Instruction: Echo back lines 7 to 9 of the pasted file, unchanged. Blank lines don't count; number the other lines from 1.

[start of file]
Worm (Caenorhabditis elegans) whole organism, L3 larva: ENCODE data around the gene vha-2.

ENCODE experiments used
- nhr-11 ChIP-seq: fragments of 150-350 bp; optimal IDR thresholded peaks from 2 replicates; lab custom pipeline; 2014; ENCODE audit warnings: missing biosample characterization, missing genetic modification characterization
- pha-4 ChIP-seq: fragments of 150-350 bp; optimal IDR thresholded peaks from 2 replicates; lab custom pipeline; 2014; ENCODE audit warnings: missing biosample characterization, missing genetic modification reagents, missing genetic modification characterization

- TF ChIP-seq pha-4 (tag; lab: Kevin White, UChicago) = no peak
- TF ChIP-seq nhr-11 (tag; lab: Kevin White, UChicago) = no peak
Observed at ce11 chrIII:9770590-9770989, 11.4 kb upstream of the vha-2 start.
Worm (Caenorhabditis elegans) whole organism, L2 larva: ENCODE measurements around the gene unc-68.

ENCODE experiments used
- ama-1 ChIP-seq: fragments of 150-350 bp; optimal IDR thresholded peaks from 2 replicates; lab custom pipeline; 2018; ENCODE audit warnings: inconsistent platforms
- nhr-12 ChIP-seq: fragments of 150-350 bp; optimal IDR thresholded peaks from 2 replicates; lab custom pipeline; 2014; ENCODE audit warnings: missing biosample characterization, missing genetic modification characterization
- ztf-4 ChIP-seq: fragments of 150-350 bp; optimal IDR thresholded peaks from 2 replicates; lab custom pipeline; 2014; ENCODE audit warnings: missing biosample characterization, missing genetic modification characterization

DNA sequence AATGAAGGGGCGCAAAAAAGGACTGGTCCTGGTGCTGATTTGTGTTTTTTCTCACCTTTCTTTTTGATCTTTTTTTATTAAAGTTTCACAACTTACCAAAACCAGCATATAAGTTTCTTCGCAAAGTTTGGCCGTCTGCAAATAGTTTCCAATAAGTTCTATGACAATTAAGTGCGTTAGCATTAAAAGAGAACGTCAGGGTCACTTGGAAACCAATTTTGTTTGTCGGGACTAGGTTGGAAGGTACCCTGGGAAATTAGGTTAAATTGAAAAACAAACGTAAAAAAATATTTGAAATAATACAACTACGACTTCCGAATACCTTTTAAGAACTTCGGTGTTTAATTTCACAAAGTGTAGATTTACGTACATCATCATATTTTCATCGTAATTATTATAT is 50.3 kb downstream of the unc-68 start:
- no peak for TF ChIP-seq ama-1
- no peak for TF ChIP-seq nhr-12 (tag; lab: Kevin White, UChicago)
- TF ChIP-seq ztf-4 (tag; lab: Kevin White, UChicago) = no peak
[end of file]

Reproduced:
Observed at ce11 chrIII:9770590-9770989, 11.4 kb upstream of the vha-2 start.
Worm (Caenorhabditis elegans) whole organism, L2 larva: ENCODE measurements around the gene unc-68.

ENCODE experiments used